Cité is an independent travel + culture publication based in the UK. From Berlin to St Leonards-on-Sea to Sicily, Cité documents the best places to live + work via interviews, features, profiles and photography.
The fire in London’s Grenfell Tower has been the first item on news broadcasts in Berlin this week with much speculation about why it spread so quickly and whether the same thing could happen here. It has sparked a political argument in the UK about rich versus poor, the lack of tenant rights, basic housing standards and who is accountable. Successive governments have failed to listen to fire experts and despite commissioning various reports about the effectiveness of sprinklers in high-rise blocks, haven’t acted on the advice given. Theresa May has announced an emergency fund for residents and a public inquiry, but this could take years and delay changes to housing policy that need to happen now.
Since the 1960s Dorothy Iannone has been seen as a pioneering spirit against censorship and for free love and powerful female sexuality, yet ‘pornographic artist’, ‘foxy lady’ and ‘orgasm woman’ are all terms I’ve encountered researching her work. Critics have questioned whether she’s a feminist and her work has frequently been censored due to its alleged pornographic content. She has been criticised for including genitalia over clothing in her work and for the use of relationships as subject matter.
Ella Guru has led a vibrant life... the mother of one is a 'Stuckist' artist and portrait painter, a teacher and has worked as a go-go dancer, a guitarist, and with the homeless, moving from Ohio to squat in London in the 80's, all of which infuses her magic realist style. Her latest work is a 22-card Major Arcana Tarot Deck, which mirrors her journey from city to the seaside. Nicci Talbot met the artist at her home studio for a reading.
I watched The Great Beauty last night – Paolo Sorrentino’s ode to Rome, a satire on high society decadence. In one scene the lead character Jep Gambardella, a journalist and ageing playboy has a meal with one of his confidantes who calls herself ‘the Queen of Misfits’.
“How’s the soup, little Jep?” she asks him.
“You’ve not called me that for centuries, why now?”.
“Because a friend, every now and again, needs to make their friend feel like they did as a child.”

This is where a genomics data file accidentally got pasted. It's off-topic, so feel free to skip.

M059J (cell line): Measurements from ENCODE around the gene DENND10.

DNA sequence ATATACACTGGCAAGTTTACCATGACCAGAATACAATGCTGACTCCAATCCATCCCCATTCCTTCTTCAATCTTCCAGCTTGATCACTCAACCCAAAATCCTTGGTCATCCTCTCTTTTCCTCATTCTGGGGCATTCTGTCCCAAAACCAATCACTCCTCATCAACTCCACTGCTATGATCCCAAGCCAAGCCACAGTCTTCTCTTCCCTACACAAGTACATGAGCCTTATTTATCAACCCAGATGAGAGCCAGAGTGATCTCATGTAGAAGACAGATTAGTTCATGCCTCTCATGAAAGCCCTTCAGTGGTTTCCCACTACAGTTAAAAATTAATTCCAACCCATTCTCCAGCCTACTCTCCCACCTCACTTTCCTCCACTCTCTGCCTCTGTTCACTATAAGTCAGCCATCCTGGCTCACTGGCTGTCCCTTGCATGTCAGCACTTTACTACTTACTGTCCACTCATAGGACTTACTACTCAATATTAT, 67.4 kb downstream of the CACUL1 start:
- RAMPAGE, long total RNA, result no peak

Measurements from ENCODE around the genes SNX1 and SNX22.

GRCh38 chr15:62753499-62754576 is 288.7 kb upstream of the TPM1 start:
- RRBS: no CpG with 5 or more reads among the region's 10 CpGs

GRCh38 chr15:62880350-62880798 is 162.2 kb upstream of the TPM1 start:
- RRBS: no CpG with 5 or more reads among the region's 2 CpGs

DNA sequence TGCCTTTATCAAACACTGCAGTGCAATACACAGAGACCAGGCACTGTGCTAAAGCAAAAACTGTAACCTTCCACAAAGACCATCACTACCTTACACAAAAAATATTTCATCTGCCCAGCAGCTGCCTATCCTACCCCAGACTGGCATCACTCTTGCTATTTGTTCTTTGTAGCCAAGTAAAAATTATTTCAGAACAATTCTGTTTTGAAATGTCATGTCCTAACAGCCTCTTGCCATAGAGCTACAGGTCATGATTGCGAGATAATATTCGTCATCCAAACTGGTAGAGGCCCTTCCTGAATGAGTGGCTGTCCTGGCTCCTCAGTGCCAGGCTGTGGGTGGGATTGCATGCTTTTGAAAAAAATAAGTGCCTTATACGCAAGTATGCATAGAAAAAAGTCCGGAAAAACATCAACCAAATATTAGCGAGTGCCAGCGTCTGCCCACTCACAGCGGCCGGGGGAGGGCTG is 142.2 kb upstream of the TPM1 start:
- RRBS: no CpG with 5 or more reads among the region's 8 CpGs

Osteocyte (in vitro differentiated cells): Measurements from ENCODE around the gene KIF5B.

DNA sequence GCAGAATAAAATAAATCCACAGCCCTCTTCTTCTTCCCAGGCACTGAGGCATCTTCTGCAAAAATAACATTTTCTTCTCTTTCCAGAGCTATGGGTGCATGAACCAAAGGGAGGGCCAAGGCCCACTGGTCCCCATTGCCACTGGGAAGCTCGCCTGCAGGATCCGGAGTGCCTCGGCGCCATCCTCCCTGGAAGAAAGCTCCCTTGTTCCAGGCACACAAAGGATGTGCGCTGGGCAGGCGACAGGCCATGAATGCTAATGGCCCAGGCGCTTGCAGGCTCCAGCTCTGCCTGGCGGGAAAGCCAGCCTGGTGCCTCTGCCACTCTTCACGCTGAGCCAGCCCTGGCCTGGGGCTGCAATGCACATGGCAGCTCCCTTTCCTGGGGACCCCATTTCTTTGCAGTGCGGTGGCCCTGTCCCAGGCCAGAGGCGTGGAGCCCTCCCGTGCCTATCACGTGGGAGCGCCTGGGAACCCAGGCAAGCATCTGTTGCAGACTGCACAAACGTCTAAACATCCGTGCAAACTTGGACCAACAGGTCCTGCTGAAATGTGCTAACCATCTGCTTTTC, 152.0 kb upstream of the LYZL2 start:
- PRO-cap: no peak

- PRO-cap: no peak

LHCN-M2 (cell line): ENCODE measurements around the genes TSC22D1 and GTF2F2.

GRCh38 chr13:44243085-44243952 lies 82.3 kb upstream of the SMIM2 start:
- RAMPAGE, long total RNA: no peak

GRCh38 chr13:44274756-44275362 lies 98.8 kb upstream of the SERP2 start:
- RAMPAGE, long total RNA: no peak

“How can I make you feel like a little girl?”
“You don’t need to, I feel like a little girl every day,” she laughs.
To tap into that energy Jep throws lavish parties for his aristocratic friends where they do the “best Conga in Rome”. He dances and has lots of sex.
My partner and I have recently returned from the Seven Day Making Love Retreat and we’re feeling much quieter inside as well as more deeply connected to one another. Why did we embark on this workshop – created by Diana Richardson, author of six books, including Slow Sex, Tantric Orgasmfor Women and Tantric Sex for Men – which introduces a different and more sustainable kind of making love?
I went to Farley Farm House last Sunday for a guided tour around the home of Surrealist painter Roland Penrose and American photojournalist Lee Miller. It is a low-key 18th century house in Chiddingly, East Sussex managed by their son Antony Penrose.
Lee Miller started her career in photography as a fashion model in New York. A chance encounter – stepping out in front of Condé Nast’s car one morning, led to her modelling for Vogue.
When it comes to sex, pleasure and desire we’re left to our own devices, and lack of communication is one of the main reasons for an unfulfilling sex life. While sexuality workshops may not be everyone’s cup of tea, one pioneering couple are aiming to change perceptions with a new approach to SexEd. We spoke to Mike Lousada and Louise Mazanti about Psychosexual Somatics® and what it has to offer.
You have three workshops on offer – ‘Authentic Sex: Know Your Sexual Self’, ‘PSST Basics’ and ‘Intimacy and the Body Mind’. How did these come about and who they are for?
A couple of scenes in this play wound me up. In one the painter Marc Chagall is dismissive of his wife Bella’s talents and says, “You’ll never be a writer because you’re always thinking about something else”. In another he’s four days late coming home following the birth of their daughter because he’s been immersed in his painting. When Bella tells him how painful the birth was and that she can hardly walk he says, “Do you think what I do happens painlessly?”.
This week Newsnight has been featuring reports from the documentary series Return to White Horse Village about the upheaval of a rural community in China as the village is turned into a city. Last night’s episode focused on the women and how their lives are changing with urbanisation – the city bringing money and freedom from a life in the fields doing back-breaking work to support their families. One woman had never read a book or travelled outside of the village, another spoke of her frustration at being told by her elders that she has to “put up with it” [do the work] like everyone else.